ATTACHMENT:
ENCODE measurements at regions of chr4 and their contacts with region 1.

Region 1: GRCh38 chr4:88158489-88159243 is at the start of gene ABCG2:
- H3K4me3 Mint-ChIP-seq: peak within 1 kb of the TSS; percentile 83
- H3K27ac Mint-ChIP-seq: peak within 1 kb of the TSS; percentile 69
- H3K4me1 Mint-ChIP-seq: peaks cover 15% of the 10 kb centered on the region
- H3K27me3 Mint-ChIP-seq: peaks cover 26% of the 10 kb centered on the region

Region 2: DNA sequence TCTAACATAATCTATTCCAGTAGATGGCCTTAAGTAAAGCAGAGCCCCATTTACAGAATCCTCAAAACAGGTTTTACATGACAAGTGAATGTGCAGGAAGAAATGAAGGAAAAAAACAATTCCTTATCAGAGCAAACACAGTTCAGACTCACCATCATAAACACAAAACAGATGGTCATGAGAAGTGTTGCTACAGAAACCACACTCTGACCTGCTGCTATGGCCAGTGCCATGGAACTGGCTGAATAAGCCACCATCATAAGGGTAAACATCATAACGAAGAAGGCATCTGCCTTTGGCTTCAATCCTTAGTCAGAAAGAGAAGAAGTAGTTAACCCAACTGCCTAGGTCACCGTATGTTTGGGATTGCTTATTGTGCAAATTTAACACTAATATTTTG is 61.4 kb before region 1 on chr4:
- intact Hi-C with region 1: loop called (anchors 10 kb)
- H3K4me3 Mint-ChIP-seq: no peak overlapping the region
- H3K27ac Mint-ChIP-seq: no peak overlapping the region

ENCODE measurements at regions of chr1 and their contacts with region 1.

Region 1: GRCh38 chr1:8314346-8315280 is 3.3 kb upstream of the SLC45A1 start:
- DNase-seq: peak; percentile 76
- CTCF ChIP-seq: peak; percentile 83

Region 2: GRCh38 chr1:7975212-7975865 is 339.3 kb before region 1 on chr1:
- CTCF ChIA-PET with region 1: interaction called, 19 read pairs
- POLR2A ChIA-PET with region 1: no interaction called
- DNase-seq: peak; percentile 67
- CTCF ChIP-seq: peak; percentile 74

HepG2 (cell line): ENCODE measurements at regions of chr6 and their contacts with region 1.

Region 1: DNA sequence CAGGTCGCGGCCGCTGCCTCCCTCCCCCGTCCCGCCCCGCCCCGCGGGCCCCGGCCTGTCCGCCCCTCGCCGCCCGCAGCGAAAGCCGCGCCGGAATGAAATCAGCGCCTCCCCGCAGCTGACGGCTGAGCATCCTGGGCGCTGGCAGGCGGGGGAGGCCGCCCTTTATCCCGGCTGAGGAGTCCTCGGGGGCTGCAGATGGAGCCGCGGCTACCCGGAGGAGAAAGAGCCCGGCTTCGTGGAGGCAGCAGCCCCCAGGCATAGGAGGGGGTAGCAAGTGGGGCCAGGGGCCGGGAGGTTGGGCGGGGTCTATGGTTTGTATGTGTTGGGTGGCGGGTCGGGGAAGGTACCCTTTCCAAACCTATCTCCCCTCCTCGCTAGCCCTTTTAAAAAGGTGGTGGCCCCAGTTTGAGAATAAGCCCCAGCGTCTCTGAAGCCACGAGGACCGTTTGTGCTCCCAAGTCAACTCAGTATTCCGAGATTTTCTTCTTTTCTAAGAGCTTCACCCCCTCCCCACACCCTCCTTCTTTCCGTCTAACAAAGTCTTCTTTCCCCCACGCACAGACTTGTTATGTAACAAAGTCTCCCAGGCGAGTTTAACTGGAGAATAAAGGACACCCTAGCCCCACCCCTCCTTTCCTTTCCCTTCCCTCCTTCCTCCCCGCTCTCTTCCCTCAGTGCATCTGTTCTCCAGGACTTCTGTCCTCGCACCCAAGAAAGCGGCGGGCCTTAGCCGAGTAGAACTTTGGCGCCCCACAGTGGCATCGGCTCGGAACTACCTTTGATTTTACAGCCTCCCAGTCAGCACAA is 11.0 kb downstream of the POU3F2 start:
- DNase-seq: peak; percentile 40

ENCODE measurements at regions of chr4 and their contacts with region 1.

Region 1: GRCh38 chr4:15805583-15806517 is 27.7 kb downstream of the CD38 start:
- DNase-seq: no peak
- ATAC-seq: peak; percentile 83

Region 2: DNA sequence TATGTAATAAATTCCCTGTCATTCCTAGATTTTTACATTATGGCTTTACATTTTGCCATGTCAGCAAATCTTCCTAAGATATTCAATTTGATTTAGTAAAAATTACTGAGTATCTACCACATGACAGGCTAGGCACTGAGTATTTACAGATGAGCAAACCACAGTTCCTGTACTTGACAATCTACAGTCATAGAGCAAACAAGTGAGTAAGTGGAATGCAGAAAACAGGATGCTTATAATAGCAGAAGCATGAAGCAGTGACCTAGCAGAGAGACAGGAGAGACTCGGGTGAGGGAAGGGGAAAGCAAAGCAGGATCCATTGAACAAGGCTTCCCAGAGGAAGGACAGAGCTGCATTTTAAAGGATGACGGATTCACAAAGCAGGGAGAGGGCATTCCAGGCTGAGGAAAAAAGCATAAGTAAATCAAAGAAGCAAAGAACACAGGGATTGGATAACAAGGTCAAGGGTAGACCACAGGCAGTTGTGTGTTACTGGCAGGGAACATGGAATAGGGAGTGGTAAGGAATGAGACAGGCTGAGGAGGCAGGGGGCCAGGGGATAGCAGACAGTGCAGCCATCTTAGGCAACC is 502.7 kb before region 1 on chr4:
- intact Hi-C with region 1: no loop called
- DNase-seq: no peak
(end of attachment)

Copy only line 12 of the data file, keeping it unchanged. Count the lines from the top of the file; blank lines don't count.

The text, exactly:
Region 1: GRCh38 chr1:8314346-8315280 is 3.3 kb upstream of the SLC45A1 start: